by Darren Ross Musculoskeletal Physiotherapist
Living in Australia with our amazing healthcare system, I cannot start to imagine what people who have been struck down by this disease across the globe must be experiencing. It has now hit our shores, and we all brace for the uncertainty over the coming weeks and months. To those who have lost or may lose loved, lives cut short by this virus, our thoughts and hearts are with you.
I never put pen to paper like this, but I feel that I must share and also record a day I had yesterday, even if only for my reflection in years to come. Yesterday was unique. Unique to the extent that in the 23 years of practising as a Musculoskeletal Physiotherapist, I had not had a day like it.
To put this in perspective, a typical day for me consists of assessing and treating people with acute and chronic injuries, providing assessment, treatment, and education for their back, neck, knee or shoulder conditions.
Over the weekend, it felt like our worlds had changed. Concerts ánd sporting events were shut down or played to empty stadiums, our kids' sports were cancelled, roads were quieter, people bulk purchased any food they could and people became scared.
Yesterday, I had people coming in to see me for their usual conditions but more importantly wanting information. People wanted accurate information on the COVID-19 virus and what we should and could expect over the coming weeks. Now I again reiterate that I am a Physiotherapist, not an Infectious Disease Specialist, and I do not claim to be an expert in this field. The people coming in were turning to me as a health professional, probably the first health professional they have in contact with since the mass media release to help them to get and disseminate the true facts.
Knowing how the media portrays any health advice I spent most of last week sourcing the leading medical facts from the leading sources to self educate and to prepare our clinic in what may lay ahead. So yesterday, I answered my patient's questions to my best ability (based on the facts at hand). It was amazing to see their faces change when presented with events and some resources to continue their accurate researching on the COVID-19 virus. I realised people wanted answers and facts, and that simply our media has failed us in this.
Is our government doing the right things? I think overall, they are close to having done the best they can with the information at hand. This is all new territory for our small world. My biggest criticism of our leaders is that they haven't provided us with a visual expert in this field, one who can be the face of the COVID-19 virus pandemic.
They left it up to politicians and the media. And this simply created panic amongst our communities.
We have so many great doctors and scientists in this field. If we did have a visual expert who can deliver factual and concise information about a viral pandemic to the public, news that is changing day by day our society would better. Calmer. More able to work like a true community and a team, dealing with the challenge ahead.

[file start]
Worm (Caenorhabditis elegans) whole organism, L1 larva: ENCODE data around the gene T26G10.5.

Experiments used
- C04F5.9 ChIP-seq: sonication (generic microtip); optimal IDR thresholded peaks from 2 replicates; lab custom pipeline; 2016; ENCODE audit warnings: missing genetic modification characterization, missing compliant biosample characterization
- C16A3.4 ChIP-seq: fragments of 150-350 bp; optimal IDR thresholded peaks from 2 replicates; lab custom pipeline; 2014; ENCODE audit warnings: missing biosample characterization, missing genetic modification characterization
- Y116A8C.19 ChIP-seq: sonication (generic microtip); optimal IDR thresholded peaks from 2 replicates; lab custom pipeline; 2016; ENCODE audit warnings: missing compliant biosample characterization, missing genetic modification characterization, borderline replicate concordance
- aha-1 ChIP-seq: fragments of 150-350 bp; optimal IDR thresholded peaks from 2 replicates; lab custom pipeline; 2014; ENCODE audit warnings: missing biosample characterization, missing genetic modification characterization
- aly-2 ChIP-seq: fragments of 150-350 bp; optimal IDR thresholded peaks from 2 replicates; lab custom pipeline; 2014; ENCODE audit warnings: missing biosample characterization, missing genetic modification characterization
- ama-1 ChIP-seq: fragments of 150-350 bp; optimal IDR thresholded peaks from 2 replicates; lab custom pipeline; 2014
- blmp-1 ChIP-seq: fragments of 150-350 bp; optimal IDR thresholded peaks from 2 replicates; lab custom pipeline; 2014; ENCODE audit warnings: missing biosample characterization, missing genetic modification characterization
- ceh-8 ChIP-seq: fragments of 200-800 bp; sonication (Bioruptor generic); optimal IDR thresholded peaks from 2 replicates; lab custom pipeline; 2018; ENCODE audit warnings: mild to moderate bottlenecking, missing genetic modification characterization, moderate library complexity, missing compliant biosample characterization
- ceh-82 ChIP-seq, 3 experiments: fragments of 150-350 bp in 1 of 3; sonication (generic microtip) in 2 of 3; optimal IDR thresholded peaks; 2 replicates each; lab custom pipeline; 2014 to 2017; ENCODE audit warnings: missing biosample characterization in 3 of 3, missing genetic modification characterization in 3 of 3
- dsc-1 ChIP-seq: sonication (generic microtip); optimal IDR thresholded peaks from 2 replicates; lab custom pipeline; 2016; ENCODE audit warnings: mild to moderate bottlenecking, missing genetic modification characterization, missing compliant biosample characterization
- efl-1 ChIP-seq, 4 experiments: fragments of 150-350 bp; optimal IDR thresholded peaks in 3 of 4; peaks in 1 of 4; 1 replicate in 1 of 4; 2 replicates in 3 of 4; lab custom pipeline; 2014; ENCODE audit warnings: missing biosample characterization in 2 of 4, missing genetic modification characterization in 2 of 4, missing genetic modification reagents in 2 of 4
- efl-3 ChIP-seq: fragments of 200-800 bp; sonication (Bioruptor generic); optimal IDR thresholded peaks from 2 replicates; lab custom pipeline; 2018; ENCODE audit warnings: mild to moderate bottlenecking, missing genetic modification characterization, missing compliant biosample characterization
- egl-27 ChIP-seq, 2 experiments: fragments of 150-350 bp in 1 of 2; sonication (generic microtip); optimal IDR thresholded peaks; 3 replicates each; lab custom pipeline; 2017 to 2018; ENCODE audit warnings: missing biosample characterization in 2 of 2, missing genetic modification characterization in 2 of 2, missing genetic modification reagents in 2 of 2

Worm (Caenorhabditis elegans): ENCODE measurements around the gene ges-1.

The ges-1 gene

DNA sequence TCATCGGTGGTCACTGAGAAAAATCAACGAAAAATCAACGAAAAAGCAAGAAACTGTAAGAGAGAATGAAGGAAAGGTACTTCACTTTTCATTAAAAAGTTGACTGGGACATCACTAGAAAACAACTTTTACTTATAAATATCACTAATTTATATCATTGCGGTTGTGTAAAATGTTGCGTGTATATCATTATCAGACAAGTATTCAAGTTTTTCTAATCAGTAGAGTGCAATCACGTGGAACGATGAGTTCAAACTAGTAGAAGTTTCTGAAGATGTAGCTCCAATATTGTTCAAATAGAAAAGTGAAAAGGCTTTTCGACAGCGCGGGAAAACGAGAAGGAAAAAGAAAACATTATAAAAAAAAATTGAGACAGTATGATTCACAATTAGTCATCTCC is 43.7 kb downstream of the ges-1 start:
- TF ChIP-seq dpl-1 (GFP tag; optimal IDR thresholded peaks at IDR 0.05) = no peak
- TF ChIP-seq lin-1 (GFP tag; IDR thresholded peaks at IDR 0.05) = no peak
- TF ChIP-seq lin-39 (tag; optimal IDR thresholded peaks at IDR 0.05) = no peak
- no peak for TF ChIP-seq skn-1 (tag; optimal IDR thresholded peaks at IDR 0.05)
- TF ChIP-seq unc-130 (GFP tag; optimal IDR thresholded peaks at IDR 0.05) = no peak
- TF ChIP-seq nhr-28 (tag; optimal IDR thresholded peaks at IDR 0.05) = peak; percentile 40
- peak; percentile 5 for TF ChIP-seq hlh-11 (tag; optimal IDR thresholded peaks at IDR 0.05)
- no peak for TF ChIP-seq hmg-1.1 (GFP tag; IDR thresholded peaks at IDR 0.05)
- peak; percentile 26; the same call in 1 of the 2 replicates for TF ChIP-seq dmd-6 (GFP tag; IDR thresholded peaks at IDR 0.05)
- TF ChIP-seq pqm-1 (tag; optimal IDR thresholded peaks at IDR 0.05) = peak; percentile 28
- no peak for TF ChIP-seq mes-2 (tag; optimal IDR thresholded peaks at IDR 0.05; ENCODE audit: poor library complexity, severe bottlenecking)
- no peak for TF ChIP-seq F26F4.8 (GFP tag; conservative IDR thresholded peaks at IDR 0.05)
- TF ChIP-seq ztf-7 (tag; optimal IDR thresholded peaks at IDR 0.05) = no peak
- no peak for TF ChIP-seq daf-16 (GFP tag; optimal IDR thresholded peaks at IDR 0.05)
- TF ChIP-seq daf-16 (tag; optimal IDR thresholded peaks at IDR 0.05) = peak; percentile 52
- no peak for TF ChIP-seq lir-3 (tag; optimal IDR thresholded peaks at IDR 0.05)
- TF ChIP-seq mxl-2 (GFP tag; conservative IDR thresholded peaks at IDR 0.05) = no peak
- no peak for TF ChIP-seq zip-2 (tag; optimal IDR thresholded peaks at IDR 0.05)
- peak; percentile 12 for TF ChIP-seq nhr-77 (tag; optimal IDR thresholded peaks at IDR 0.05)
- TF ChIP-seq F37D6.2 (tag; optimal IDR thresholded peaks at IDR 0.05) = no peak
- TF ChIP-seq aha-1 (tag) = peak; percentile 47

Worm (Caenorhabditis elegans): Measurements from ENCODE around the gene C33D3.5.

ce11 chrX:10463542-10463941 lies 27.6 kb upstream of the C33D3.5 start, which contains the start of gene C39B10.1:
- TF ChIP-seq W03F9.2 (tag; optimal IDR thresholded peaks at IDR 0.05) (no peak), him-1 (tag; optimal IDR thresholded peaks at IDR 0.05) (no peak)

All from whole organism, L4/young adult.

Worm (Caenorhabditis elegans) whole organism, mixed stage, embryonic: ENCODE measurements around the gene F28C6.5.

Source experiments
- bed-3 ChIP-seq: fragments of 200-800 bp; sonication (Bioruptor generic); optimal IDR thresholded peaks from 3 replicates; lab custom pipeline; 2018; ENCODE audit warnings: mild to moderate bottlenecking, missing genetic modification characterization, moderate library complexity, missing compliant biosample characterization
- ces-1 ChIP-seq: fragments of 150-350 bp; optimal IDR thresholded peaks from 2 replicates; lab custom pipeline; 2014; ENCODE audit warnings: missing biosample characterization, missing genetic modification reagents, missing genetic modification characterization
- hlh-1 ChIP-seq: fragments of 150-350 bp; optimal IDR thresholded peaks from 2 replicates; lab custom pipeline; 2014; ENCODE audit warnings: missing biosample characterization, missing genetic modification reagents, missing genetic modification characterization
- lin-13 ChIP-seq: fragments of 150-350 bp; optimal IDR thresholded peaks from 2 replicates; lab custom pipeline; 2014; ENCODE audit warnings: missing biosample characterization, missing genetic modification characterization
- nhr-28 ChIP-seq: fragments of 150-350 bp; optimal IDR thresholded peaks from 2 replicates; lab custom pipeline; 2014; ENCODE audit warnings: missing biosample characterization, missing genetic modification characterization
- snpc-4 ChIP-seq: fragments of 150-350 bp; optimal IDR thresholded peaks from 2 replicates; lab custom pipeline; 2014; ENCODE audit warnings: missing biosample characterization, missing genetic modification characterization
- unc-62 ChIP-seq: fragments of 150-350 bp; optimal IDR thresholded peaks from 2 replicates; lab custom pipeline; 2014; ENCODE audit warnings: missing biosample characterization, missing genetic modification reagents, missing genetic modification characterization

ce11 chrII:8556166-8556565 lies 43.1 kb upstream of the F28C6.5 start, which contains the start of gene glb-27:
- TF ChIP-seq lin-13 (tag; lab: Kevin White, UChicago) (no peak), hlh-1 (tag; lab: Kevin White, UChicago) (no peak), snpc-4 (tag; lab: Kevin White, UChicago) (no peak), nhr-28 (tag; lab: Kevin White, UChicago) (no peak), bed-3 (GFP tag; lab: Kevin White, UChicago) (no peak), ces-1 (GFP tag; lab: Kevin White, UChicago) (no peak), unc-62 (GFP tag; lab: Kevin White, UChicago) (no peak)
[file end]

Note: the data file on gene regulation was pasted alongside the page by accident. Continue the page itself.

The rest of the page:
So what are the facts about COVID-19? Well, with the changes day by day, I too am reluctant to attend to be an authority on the matter. Instead, I recommend several great resources and limit your belief systems based on tabloid and social media. |
- Department of Health website- https://www.health.gov.au/
- John Hopkins Hospital - a leading Hospital in pandemic medicine in USA- https://www.hopkinsmedicine.org/coronavirus
- Making Sense Podcats by Sam Harris and Amesh Adalja, MD, (an infectious disease specialist at the Johns Hopkins University Center for Health Security. His work is focused on emerging infectious disease, pandemic preparedness, and biosecurity) .https://samharris.org/podcasts/191-early-thoughts-pandemic/
- Centre Disease Control and Prevention website (USA)- https://www.cdc.gov/coronavirus/2019-ncov/index.html
- World Health Organisation- https://www.who.int/emergencies/diseases/novel-coronavirus-2019/situation-reports
Experts like Amesh Adalja are the people who we need to look for the one voice approach to combating issues like this.
So what can we do.... again, this is all covered in the resources above and its best to get the advice from the leading resources, especially as they are changing daily. However, these strategies deal with when to get tested, when to isolate, good hygiene and reducing the spread.
These strategies are things that may delay the spread of the virus. Flatten the curve and reduce the strain on our hospitals and medical system. Will they stop it. No. Is the virus going to be gone tomorrow? No. So what can you do.. what can we all do.
Let's all stay on top of factual information. As I read the other day, misinformation is a virus as well. Let's avoid spreading that one too.